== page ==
Is it a design flaw in SSH that a user is required to check fingerprint manually?
It has pros and cons (surprise!).
Websites use a 'trusted' third party for HTTPS. We all trust the Staat Der Nederlanden, Chunghwa, Atos, and the China Financial Certification Authority to verify your connection between you and your bank, right? Because that's exactly what they're doing, and this has been known to go wrong in the past. But it's the best we got: we can't expect our moms to ring up the bank to ask their fingerprint, so we need to use these semi-trusted certificate authorities.
For SSH, it is mainly used by system administrators or other power users, so it is more reasonable to expect that they check the fingerprint, or at least understand what it is. A security-aware admin can check it, if they wish to do so (for example, I work for an IT security consultancy and we check the fingerprints before connecting). Otherwise, at least it's trust on first use as Sjoerd already mentioned, so it can't just change without you noticing. An attack would have to be present from the start, and has to go on indefinitely, for it to go unnoticed.
It feels like a design flaw: a malicious server can impersonate a user to a legitimate server by doing MiTM and proxying user's responses to the original server.
Same with any other scheme, right? You can always MitM and proxy the traffic. In ssh's case you get a wrong fingerprint the first time or a fat alert upon any subsequent connections, and in https' case you get a certificate warning.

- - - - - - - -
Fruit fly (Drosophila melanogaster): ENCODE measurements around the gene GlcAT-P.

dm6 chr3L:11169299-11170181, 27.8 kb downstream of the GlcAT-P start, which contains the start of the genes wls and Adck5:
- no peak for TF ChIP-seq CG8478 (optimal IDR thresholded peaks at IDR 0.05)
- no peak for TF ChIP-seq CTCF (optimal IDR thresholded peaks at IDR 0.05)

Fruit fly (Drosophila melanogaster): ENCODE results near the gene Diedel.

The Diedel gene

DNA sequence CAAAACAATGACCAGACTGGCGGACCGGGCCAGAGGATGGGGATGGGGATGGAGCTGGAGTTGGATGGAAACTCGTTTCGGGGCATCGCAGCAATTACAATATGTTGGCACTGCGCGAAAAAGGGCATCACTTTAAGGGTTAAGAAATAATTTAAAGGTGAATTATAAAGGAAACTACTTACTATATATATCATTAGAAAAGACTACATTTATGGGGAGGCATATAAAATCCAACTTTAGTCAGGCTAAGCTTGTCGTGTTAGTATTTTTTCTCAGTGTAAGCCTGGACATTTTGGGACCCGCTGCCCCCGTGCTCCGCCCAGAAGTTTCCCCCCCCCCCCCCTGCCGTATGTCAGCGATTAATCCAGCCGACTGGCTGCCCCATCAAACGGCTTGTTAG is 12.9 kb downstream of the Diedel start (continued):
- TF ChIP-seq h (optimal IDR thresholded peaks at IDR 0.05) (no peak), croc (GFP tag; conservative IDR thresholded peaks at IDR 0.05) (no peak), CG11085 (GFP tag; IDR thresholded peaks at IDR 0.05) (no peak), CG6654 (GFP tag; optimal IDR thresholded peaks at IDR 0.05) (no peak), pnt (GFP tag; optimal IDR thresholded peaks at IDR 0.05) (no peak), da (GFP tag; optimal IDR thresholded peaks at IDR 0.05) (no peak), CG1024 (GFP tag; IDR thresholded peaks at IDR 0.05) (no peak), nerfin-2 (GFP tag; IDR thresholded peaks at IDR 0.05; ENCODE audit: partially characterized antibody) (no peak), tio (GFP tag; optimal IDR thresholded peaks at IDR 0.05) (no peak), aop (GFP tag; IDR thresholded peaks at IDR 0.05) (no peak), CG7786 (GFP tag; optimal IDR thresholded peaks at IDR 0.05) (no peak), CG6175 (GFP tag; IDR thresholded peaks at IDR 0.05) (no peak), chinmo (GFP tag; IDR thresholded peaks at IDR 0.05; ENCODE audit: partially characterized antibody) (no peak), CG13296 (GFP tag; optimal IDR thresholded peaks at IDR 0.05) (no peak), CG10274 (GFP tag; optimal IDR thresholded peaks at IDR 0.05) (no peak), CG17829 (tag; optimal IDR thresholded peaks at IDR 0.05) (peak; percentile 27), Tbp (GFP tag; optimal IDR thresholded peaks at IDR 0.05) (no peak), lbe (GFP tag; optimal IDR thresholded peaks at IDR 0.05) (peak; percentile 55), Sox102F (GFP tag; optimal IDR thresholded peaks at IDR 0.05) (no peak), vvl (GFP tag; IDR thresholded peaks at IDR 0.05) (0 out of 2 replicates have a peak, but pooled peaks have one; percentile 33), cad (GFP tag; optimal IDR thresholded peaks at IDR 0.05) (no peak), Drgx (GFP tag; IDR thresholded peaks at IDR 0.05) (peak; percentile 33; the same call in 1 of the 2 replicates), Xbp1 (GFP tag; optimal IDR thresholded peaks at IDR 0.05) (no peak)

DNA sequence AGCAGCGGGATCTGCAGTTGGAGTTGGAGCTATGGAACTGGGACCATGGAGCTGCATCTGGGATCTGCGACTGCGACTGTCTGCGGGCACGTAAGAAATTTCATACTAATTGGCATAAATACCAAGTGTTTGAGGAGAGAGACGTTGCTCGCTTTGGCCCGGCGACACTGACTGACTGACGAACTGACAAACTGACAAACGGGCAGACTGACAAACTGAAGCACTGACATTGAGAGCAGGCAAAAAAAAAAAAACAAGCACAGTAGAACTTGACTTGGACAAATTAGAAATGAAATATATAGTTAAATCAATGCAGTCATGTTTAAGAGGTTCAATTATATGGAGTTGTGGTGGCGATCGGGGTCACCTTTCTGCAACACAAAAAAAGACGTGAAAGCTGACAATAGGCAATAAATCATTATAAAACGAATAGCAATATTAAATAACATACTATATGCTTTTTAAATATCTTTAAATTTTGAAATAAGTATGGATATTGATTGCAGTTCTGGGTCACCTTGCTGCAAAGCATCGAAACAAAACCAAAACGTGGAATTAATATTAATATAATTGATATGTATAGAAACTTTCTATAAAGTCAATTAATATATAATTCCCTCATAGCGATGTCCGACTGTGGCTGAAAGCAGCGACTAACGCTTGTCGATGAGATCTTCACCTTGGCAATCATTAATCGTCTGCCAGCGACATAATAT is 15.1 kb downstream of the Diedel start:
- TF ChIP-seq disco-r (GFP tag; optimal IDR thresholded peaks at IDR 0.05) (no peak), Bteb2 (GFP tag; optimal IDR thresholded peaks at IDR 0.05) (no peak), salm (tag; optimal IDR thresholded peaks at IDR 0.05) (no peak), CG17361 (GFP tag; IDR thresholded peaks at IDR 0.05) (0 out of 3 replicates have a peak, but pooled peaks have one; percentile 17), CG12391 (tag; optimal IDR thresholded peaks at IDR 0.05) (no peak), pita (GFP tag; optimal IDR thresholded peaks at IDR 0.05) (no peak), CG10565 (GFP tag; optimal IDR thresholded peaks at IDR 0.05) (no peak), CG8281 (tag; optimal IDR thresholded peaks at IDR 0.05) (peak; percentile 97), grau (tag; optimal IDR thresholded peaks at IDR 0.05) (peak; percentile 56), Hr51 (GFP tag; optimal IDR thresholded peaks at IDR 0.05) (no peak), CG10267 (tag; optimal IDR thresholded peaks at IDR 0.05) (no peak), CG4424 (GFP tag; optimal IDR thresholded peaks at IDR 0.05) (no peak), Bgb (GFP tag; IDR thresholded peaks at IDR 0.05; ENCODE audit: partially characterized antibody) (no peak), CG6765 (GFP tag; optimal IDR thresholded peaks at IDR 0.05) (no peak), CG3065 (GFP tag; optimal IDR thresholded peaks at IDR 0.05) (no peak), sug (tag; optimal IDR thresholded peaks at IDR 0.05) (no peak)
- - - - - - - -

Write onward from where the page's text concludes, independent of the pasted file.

The way to fix that would be to sign not only challenge, but also server's fingerprint. Then the server can detect MiTM server-side.
Think this through:
A: Hello there, SSH server of bob.example.com!
B: Greetings, stranger. Here is my public key: abcdef
M: intercepts the message and changes abcdef to 123456
A: Hi server bob with public key 123456, I'm Alice with password bz8iuqw45.
M: intercepts the message and changes 123456 to abcdef
B: Hi Alice! You logged in successfully!
An attacker will use their own public key, so they can decrypt the traffic. When forwarding the data, they can replace the fingerprint. You would have to do mutual authentication, where the client supplies a public key that is already trusted by the server. Only then does the server know for sure that the client is using the right key and is not being man-in-the-middled. But now you reversed the problem: now the server has to know the right fingerprint (of the user's public key) instead of the user of the server. The issue, key distribution, remains.
Let's assume that the client is unwiling to check the fingerprint because in order to do it it should get the true fingerprint somehow.
Do you mean it's impossible to get the fingerprint, without trusting the fingerprint when connecting? Because you could grab the real fingerprint when installing the server, before connecting via ssh.
I feel like some clients don't check fingerprints at all
That would be a vulnerability in the client. If you want to check fingerprints but your client does not support that, then you can't use those clients. It's a little easy to say "the authors of the ssh protocol did it all wrong, this is causing clients to ignore security", because as I said, there are pros and cons to this default scheme. If you want to change it, SSH supports certificate authorities as paj28 mentioned.